In terms of cognitive development, Piaget’s (1896-1980) believed that children construct their own understanding through interacting with their environment and learned to adapt to the world. Adaptation which involves through the two processes that usually happen simultaneously, they are assimilation and accommodation. He defined assimilation which means the child’s take in new things from the outside world and fit into the already existing structure. The new intellectual materials which include ideas, concepts, and points of view to fit into the existing structures of our minds, in order for these new ideas eventually incorporated into our own world views. Accommodation on the other hand, is the adjusting of the structure in reaction to the newly incorporated material. Therefore, cognitive development involves an interaction between assimilating new facts to old knowledge and accommodating old knowledge to new facts and the maintenance of structural equilibration (Halford 1989).
Piaget further explained that without the practice in play context, the skills that children have would be loss. In order for children to assimilate information and explored the environment into their minds and help children to make sense of it is through play. Play enable children to learn solving problem, it help children able to link with their previous learning and obtain new skills, new concepts, able to find ways to gain more knowledge.
Children act in an environment by manipulate with different materials, equipment-increased children’s knowledge. In Piaget’s theory, he has recognized that children move through four broad stages of development, each of which is characterized by a qualitatively distinct way of thinking. In sensor motor stage, cognitive development begins with the baby’s use of the senses and movements to explore the world. These action patterns evolve into the symbolic but illogical thinking of the preschoolers in the preoperational stage. Then cognition is transformed into the more organized reasoning of the school age children in the concrete operational stage. Finally, in the formal operational stage, thought becomes the complex, abstract reasoning system of the adolescent and adult. According to Piaget, the development of the children’s cognitive abilities will only reflected in the growth of their powers of perception, language, reasoning and problem-solving abilities.
Piaget (1962) believed that children are active learners; children learn best from the activities they plan, carry out and reflect. Children would plan the activities they are interested in order to engage, gain direct experience and apply logical thinking to their problem solving skills. According to Piaget when children are actively using their mind to search for possible answer, solving problem is a critical aspect because children are mentally constructing various possibilities.
In order for effective learning to occur, active involvement is needed to allow children to manipulate materials during their learning so that they can explore ‘what happens if..?’ Children will be pondering over higher cognitive-level questions, which result them to challenge their thinking and force them to apply, analyze, synthesis or evaluate what they have learned. Active learning also encourages children to find application and examples of the newly learned concepts and brainstorming solutions to problems (Mclnerney & Mclnerney 2008).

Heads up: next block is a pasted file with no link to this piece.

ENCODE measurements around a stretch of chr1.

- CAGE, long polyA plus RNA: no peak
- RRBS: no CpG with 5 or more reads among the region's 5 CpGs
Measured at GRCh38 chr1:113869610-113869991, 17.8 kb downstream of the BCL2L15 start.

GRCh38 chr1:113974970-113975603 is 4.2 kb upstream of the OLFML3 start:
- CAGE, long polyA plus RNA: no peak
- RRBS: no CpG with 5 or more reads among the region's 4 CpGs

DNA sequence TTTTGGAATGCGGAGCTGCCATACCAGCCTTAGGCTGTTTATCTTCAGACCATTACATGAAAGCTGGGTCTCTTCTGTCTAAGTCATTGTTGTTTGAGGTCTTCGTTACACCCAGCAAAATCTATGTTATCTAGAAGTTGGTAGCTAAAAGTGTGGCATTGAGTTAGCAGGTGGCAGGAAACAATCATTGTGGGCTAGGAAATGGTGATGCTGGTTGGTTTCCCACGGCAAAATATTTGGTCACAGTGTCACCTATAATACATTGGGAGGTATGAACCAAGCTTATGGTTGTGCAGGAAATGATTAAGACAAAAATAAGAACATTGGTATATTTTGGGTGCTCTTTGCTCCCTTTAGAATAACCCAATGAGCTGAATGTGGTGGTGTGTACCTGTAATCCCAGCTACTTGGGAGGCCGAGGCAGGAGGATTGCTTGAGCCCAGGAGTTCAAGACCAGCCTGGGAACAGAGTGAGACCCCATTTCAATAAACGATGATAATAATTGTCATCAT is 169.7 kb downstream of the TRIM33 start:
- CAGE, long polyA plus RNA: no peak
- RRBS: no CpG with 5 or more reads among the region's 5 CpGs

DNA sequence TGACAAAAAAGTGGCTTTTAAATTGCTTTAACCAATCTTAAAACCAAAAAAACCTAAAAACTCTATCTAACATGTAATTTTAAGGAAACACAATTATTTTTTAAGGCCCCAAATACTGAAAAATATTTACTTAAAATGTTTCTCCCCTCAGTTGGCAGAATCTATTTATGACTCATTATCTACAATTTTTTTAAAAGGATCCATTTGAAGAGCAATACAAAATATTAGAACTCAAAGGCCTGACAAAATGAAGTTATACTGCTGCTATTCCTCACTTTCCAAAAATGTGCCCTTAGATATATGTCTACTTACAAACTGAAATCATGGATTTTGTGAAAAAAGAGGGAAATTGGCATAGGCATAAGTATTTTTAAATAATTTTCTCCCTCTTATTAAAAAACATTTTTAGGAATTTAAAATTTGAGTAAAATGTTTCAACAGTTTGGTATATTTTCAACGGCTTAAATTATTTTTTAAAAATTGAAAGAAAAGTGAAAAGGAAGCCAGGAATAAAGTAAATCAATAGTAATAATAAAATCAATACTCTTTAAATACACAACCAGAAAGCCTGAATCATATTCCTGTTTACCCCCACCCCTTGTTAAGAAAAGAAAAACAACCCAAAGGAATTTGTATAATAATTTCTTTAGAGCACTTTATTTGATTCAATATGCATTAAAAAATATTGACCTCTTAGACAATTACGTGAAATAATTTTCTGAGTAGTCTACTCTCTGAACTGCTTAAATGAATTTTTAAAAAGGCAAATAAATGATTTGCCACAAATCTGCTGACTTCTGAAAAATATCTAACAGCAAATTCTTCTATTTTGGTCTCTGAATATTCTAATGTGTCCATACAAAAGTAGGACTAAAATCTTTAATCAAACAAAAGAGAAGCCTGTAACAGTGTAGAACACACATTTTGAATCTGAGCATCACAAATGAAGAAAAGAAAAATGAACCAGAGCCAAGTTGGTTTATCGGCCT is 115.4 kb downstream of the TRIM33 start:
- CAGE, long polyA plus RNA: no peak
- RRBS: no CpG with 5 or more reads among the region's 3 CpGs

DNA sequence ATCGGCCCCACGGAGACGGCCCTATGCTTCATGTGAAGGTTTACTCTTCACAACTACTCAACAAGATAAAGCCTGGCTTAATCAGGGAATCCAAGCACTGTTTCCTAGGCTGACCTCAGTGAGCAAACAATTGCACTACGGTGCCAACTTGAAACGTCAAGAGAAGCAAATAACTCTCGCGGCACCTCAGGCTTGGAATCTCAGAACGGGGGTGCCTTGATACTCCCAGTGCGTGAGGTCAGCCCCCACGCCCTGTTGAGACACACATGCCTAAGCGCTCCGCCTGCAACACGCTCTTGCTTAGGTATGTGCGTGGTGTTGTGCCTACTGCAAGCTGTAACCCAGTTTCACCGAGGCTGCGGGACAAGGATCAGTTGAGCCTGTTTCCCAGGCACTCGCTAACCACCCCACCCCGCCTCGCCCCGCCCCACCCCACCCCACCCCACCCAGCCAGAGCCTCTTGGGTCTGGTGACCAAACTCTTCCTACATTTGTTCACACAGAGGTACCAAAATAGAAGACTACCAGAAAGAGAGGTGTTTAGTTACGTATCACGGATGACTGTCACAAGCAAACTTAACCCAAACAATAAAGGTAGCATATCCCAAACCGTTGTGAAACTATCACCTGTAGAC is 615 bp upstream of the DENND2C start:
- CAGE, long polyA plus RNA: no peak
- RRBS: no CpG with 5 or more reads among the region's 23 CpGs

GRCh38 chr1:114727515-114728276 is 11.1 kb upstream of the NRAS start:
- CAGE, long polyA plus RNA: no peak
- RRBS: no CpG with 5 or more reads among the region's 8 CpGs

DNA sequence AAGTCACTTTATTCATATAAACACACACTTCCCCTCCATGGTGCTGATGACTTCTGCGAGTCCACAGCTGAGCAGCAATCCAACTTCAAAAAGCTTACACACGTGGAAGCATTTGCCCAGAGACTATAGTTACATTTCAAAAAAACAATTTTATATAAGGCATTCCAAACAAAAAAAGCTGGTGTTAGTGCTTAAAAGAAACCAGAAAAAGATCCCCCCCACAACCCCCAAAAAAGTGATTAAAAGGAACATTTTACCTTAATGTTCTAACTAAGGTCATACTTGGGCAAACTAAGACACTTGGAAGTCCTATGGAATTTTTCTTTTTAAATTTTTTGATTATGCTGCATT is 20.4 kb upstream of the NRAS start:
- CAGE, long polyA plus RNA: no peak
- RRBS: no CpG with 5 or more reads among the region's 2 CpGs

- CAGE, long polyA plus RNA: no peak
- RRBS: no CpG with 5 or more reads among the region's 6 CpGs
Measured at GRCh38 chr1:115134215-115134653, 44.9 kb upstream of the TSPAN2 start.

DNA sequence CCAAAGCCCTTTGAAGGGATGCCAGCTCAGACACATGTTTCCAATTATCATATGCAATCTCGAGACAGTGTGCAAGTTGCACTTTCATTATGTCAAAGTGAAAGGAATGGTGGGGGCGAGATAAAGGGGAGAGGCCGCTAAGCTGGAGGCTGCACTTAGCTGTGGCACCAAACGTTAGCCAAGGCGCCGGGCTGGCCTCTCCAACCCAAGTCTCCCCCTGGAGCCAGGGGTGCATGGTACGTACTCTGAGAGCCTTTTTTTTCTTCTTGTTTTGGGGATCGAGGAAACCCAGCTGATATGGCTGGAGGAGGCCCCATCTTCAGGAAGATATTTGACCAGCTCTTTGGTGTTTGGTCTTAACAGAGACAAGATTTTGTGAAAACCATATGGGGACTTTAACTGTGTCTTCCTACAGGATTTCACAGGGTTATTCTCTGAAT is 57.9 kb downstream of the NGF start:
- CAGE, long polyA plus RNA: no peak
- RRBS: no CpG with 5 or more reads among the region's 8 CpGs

Researcher have also conclude that children who participate activity in dramatic play which also know as pretend play during the preschool years has a higher score on the levels of imagination and creativity and this enhance the ability of thinking inventively (Freyberg, 1973, Pepler & Ross, 1981). When children engaged in dramatic play or pretend play, they transform the object and actions symbolically. Bergen’s study says that in pretend play, children are practicing negotiation, role taking and problem solving.
Vygotsky’s theory also supported that when children constructed new knowledge through their play, whether they are practicing what they have learned in other settings or they are constructing new knowledge, it is clear that play has a valuable role in the early childhood classroom.
Jerome Bruner (1972) and Brian Sutton Smith (1967) both maintained that play provides a comfortable and relaxed atmosphere in which children can learn to solve a variety of problems. Later, when children are confronted with the more complex problems of the real world, “the learning that took place during play is of great benefit to them.” (Hughes, 2010 p.27)
The term of problem solving is used in different forms in the literature and problem solving covers a variety of areas which range from putting puzzles together, to solve simple science and arithmetic problems, and also “to the solution of mental, logical, social, and mechanical problems.” (Bullock, 2000, p.24). Research has found that when a child is given a particular problem to solve, the child has to determine the conditions, consider the procedure and steps taken to solve the problem. Gagne (1970) considers that when a person’s is solving problem, it involves the highest cognitive abilities of which one is capable.
Young children learn problem solving skills mostly through play and problem solving is the foundation of a young child’s learning. Educator should value, promote and provide problem solving opportunities in the early childhood classroom. As problem solving occurs in the everyday context of a child’s life, it is the best opportunities for children to approach problems in different ways in order to solve them.